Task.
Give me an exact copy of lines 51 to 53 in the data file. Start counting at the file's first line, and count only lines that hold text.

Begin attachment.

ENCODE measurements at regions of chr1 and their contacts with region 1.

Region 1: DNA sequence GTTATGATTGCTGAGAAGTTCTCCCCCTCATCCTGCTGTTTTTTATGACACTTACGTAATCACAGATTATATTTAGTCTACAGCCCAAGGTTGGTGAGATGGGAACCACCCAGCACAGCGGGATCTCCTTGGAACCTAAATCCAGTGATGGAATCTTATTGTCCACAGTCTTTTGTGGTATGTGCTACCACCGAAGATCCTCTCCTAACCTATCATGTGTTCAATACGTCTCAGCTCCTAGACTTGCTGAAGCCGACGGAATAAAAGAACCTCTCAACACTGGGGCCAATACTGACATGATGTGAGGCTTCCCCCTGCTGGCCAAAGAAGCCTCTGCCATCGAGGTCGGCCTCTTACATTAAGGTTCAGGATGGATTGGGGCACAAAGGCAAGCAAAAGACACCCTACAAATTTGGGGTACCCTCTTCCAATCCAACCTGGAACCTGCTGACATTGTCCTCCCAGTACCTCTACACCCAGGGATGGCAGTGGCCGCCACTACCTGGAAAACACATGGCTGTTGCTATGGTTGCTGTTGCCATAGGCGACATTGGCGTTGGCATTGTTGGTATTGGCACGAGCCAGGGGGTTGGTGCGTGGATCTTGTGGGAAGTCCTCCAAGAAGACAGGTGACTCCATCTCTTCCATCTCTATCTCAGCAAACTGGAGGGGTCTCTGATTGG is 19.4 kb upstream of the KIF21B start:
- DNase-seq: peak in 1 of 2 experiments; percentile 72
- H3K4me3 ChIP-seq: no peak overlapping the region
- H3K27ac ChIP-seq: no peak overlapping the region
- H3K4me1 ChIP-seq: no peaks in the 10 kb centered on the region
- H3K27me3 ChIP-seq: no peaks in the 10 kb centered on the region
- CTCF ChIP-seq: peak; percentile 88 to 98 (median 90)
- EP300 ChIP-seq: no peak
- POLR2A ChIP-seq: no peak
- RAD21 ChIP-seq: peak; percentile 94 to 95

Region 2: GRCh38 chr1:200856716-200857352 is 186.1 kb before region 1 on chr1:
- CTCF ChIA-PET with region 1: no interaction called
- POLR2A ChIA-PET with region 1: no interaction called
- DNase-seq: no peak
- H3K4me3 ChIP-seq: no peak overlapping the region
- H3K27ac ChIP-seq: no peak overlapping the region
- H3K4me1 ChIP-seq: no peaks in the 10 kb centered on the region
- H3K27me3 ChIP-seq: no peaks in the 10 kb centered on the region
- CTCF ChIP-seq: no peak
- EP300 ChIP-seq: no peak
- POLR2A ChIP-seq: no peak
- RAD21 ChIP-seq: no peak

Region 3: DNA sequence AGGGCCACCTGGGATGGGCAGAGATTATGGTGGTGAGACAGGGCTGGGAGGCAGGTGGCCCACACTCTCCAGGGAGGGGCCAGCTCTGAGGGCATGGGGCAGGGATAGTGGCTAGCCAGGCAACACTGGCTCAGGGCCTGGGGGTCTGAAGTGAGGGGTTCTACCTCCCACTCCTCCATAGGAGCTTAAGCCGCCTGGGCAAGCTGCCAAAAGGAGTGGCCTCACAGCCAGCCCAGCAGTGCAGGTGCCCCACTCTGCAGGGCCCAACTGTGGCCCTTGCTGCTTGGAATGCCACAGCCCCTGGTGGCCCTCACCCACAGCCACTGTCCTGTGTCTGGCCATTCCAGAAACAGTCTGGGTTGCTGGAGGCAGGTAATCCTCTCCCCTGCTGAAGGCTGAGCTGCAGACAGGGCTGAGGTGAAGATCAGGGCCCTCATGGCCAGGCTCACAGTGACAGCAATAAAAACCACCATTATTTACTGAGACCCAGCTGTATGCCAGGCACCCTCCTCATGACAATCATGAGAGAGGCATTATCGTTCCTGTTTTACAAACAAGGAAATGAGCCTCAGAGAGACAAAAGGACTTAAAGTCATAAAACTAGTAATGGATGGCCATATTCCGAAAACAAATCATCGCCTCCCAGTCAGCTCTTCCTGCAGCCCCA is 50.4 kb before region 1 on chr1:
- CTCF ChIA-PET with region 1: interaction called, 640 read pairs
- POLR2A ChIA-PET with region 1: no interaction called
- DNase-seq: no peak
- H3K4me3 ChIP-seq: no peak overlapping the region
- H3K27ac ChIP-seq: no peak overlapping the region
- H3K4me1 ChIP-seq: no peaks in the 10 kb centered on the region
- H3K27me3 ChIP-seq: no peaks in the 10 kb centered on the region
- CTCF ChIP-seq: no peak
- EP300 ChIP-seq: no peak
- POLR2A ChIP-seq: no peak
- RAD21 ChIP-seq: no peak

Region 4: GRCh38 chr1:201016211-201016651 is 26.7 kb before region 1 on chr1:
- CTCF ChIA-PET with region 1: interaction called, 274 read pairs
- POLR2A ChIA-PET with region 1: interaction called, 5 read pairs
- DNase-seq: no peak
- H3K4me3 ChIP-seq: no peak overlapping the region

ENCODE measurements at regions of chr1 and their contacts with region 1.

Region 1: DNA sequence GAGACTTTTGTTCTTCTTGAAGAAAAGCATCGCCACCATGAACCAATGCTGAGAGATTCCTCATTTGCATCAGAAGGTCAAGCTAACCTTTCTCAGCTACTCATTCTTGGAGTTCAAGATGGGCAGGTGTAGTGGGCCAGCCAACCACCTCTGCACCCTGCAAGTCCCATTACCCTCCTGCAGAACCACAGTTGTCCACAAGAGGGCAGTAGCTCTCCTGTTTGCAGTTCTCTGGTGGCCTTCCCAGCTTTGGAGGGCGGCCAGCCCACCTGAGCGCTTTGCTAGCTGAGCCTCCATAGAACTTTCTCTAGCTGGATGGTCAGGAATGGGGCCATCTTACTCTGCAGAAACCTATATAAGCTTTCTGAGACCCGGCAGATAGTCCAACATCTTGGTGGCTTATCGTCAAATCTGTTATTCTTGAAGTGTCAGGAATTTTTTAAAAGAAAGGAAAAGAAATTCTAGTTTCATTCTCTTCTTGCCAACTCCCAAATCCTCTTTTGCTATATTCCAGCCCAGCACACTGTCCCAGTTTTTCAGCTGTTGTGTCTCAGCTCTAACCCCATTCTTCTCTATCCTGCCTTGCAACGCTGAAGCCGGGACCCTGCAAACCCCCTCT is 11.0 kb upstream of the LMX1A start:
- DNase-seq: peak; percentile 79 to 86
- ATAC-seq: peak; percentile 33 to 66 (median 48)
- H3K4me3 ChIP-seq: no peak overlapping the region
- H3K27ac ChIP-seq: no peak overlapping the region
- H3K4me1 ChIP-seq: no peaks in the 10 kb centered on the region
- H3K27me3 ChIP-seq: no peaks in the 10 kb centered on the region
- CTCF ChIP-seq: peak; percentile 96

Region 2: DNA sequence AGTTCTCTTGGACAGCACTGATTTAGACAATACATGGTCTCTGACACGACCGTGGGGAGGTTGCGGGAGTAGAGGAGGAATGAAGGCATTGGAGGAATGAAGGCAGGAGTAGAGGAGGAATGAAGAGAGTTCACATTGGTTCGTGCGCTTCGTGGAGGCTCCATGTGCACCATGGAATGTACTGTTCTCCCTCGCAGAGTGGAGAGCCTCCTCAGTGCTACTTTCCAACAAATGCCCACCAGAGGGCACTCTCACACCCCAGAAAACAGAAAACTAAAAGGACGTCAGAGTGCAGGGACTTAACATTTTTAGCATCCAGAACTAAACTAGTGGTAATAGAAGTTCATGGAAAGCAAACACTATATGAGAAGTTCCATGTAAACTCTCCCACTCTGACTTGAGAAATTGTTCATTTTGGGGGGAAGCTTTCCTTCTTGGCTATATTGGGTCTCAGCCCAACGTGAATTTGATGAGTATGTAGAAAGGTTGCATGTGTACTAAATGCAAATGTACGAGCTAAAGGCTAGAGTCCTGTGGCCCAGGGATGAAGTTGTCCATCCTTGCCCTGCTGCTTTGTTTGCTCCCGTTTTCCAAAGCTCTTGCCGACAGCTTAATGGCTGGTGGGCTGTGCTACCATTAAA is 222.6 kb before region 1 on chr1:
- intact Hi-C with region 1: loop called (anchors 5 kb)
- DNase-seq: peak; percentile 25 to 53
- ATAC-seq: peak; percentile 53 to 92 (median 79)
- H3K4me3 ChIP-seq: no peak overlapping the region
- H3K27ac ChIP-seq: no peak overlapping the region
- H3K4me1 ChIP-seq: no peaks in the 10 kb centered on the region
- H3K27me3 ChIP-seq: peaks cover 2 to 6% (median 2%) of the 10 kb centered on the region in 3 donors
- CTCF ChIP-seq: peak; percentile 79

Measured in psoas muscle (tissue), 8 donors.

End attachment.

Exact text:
- intact Hi-C with region 1: loop called (anchors 5 kb)
- DNase-seq: peak; percentile 25 to 53
- ATAC-seq: peak; percentile 53 to 92 (median 79)